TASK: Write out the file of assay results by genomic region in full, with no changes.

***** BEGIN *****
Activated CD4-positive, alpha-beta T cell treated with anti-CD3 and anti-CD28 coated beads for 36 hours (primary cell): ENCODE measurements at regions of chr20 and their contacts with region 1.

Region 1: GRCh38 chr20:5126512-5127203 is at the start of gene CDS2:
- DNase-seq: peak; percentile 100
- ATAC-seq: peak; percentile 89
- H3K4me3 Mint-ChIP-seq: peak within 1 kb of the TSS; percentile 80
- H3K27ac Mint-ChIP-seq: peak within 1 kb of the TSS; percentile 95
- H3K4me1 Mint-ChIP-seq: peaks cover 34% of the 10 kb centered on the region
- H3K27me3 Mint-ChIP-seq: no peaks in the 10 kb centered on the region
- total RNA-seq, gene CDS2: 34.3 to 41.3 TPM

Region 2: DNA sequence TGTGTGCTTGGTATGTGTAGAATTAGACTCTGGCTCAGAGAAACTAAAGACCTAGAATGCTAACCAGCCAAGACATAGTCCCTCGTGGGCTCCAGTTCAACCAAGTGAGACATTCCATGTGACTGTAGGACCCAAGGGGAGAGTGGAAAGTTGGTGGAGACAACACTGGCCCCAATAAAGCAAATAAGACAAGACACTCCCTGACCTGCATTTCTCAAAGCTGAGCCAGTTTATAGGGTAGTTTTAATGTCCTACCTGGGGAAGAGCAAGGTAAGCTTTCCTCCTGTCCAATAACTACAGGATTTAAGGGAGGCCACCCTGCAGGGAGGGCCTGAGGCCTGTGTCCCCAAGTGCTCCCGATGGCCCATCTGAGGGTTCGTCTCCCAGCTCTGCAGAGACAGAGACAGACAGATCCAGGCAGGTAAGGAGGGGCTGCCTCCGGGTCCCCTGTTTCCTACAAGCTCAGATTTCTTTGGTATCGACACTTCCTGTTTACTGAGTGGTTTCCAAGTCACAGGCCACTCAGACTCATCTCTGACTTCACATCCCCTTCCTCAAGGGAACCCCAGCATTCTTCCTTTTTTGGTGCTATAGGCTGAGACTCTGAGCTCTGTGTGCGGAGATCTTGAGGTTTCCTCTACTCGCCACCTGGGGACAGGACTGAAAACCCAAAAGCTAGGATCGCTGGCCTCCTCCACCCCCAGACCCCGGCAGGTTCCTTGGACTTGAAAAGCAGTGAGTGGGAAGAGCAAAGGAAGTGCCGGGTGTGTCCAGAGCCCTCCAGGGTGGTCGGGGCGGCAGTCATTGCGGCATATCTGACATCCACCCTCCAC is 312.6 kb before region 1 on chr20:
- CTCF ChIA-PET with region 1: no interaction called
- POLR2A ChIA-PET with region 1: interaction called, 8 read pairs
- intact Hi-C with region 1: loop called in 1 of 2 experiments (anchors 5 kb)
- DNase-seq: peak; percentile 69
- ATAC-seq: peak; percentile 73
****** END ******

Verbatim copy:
Activated CD4-positive, alpha-beta T cell treated with anti-CD3 and anti-CD28 coated beads for 36 hours (primary cell): ENCODE measurements at regions of chr20 and their contacts with region 1.

Region 1: GRCh38 chr20:5126512-5127203 is at the start of gene CDS2:
- DNase-seq: peak; percentile 100
- ATAC-seq: peak; percentile 89
- H3K4me3 Mint-ChIP-seq: peak within 1 kb of the TSS; percentile 80
- H3K27ac Mint-ChIP-seq: peak within 1 kb of the TSS; percentile 95
- H3K4me1 Mint-ChIP-seq: peaks cover 34% of the 10 kb centered on the region
- H3K27me3 Mint-ChIP-seq: no peaks in the 10 kb centered on the region
- total RNA-seq, gene CDS2: 34.3 to 41.3 TPM

Region 2: DNA sequence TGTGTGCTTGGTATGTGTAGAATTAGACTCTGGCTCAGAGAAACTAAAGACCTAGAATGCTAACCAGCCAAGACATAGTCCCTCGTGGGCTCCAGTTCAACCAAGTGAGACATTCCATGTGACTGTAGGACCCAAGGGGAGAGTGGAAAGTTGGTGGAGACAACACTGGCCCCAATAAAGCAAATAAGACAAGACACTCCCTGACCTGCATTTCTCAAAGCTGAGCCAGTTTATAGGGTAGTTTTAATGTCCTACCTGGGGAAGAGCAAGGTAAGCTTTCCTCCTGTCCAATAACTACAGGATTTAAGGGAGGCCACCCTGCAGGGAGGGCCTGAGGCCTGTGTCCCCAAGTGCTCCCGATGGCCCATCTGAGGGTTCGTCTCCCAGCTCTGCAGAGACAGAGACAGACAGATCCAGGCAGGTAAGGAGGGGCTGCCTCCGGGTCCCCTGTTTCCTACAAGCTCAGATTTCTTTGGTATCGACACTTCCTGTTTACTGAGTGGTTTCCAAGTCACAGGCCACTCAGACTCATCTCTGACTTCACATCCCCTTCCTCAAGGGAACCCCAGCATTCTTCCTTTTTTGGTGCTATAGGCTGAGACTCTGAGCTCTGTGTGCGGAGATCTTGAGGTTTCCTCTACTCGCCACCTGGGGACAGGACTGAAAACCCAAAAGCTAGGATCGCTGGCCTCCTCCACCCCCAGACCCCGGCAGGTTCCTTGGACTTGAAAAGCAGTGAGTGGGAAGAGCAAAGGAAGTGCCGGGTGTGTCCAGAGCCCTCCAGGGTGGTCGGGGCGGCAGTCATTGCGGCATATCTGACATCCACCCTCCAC is 312.6 kb before region 1 on chr20:
- CTCF ChIA-PET with region 1: no interaction called
- POLR2A ChIA-PET with region 1: interaction called, 8 read pairs
- intact Hi-C with region 1: loop called in 1 of 2 experiments (anchors 5 kb)
- DNase-seq: peak; percentile 69
- ATAC-seq: peak; percentile 73